|Focus||Design for an aging population|
DesignAge was a cross-disciplinary action research programme within the Royal College of Art in the UK, founded in 1991 in partnership with the Helen Hamlyn Foundation to "explore the implications for design of ageing populations" in the developed world. It was directed by Roger Coleman until 1999 when it was merged into the newly created Helen Hamlyn Research Centre. The programme was the recipient of the Queen's Anniversary Prize for Higher and Further Education in 1994 in the category of "the Arts".
By the early 1990s, it was recognised that older adults, in particular adults over 50, were becoming an increasingly significant portion of the population, while improvements in nutrition and medicine were enabling these older adults to remain active. This demographic shift was thought to be permanent. However, the fact that the younger population represented a shrinking market and older population a growing one was largely ignored by the design profession. In response to the lack of understanding of these issues and the design community's lack of understanding of their implications, in 1991 DesignAge was founded to investigate the needs of the older population, to interpret the results of the research in a way relevant to designers and industry, and to develop new methodologies in design and design education in response to this demographic shift.
DesignAge argued that older adults were "rendered disabled" by public spaces and transportation systems that had not been designed for this segment of the population, and therefore design had an influential role to play in shaping the future, in that improvements of the life for older adults, as well as the job market and national economy could be realised if designers, manufacturers, and retailers could shift their attitudes towards ageing so as to collaborate to create age-friendly products and services. By pointing out that designing for the ageing population was designing for their own ageing, effectively reframing ageing as an issue of self-interest, DesignAge was able to engage younger designers to design for older people.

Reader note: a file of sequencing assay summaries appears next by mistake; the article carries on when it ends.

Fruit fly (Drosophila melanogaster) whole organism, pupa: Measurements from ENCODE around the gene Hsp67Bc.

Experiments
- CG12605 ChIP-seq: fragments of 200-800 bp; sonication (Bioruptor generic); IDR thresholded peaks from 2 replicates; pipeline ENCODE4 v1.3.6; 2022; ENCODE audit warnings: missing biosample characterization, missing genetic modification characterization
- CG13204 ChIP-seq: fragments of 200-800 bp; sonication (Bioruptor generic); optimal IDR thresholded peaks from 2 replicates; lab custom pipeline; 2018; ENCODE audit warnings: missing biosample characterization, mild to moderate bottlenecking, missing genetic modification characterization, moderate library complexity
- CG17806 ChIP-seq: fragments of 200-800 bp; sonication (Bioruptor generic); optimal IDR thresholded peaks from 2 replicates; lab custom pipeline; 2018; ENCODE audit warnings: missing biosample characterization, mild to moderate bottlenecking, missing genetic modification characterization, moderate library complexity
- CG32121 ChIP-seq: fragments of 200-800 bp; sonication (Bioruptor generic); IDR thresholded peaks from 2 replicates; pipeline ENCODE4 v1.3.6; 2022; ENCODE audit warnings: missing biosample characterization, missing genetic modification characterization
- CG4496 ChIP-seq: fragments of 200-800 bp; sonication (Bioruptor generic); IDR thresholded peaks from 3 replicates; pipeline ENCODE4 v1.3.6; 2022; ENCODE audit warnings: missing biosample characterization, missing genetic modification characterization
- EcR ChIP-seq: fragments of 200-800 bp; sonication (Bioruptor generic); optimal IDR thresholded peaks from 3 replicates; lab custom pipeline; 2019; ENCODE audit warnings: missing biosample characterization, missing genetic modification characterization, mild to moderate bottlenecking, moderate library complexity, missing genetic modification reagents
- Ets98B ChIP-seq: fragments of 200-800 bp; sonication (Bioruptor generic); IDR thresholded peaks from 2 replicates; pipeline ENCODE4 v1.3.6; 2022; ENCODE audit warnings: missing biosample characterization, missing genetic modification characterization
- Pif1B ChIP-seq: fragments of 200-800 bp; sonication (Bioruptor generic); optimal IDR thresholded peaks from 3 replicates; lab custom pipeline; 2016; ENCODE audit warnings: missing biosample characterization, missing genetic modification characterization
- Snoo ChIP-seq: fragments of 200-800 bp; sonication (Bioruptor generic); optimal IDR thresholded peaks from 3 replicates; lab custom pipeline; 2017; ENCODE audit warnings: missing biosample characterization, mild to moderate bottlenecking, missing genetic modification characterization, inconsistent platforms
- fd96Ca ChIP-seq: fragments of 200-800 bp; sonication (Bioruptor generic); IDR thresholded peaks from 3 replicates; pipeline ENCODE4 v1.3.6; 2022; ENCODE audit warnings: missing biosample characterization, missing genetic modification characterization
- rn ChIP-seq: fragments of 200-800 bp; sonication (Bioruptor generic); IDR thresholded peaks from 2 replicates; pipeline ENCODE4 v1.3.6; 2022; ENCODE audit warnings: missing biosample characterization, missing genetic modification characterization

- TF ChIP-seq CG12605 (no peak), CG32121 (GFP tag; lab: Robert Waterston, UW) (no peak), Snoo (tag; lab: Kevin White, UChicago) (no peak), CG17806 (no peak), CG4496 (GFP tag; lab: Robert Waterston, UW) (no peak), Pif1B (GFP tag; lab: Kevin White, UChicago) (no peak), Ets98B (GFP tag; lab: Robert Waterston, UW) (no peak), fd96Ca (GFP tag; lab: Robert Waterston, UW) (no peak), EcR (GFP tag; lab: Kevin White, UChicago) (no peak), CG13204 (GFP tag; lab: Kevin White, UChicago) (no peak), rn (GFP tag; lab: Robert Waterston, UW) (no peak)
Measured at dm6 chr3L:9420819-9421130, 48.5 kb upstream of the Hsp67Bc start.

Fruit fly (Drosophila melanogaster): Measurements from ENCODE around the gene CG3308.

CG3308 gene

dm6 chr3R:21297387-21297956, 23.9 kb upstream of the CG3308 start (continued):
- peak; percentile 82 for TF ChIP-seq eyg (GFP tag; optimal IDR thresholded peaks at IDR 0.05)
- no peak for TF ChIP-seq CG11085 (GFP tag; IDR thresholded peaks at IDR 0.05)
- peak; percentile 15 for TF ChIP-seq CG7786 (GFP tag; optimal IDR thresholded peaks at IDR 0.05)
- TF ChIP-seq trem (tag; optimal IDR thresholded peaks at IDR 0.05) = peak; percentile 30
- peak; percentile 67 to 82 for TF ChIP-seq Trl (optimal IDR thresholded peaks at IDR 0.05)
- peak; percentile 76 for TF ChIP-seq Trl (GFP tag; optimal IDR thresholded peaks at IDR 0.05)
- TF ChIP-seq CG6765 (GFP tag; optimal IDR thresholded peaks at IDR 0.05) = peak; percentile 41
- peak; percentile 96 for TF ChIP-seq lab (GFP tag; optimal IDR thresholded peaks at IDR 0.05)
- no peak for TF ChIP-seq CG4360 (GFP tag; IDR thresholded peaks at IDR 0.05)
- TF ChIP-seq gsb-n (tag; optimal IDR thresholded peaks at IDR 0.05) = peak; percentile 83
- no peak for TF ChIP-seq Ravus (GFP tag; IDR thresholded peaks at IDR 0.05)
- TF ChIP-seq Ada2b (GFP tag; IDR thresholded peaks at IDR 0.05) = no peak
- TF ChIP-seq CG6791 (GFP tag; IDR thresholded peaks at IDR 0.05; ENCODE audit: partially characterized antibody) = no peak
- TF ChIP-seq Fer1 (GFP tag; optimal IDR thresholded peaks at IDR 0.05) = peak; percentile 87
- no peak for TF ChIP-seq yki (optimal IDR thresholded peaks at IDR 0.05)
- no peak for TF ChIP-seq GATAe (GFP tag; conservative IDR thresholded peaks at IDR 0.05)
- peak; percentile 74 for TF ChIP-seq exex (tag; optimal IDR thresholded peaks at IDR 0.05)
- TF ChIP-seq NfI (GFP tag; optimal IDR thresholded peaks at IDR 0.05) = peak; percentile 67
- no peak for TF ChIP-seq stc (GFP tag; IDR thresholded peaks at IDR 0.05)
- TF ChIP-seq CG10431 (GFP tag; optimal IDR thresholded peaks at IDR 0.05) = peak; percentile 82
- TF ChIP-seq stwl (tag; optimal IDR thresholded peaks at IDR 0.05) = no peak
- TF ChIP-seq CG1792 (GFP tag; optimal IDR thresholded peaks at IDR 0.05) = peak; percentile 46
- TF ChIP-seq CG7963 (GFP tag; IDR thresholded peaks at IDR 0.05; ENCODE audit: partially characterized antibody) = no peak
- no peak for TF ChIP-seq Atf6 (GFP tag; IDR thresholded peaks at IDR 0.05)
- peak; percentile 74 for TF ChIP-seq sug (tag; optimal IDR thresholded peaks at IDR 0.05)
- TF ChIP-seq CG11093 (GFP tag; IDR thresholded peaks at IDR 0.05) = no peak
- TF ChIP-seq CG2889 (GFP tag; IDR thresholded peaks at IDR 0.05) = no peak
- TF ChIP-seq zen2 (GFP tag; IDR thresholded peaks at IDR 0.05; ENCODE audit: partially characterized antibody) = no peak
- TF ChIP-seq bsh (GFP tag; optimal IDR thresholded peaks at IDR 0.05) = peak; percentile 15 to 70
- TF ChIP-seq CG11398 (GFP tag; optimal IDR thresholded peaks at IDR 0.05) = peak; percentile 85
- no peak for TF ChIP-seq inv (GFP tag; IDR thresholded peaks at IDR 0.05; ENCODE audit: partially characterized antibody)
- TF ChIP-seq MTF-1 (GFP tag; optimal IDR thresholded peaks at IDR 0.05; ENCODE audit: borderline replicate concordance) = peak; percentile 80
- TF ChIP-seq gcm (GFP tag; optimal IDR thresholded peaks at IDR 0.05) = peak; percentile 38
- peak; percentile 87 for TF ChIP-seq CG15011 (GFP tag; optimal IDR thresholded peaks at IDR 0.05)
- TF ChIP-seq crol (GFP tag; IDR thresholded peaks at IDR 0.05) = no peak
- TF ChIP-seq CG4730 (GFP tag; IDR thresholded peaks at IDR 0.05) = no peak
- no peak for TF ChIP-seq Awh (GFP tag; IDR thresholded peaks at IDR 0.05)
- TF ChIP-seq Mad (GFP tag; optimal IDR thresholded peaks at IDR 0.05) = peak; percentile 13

One of the ways that DesignAge used to engage design students was to hold an annual design competition, called the DesignAge Competition, held between 1992 and 1998, to challenge design students to design for their "future selves."
DesignAge also engaged the industry at large by approaching the Design Business Association (formed in 1986 by the Chartered Society of Designers) and suggesting a "product challenge" to their member agencies; these were small-scale events where they would work with older users to design products on a speculative basis for the ageing population.
In 1999 DesignAge became the Helen Hamlyn Research Centre and extended into the research of Inclusive Design.
DesignAge produced a number of publications, including the seminal Designing For Our Future Selves published in 1993. Other publications include the “Designing for our future selves” special issue (volume 24, issue 1) of the journal Applied Ergonomics published in 1993; Once in a Lifetime: An Evaluation of Lifetime Homes in Hull, published in 1995; and Working Together, A New Approach To Design, published in 1997.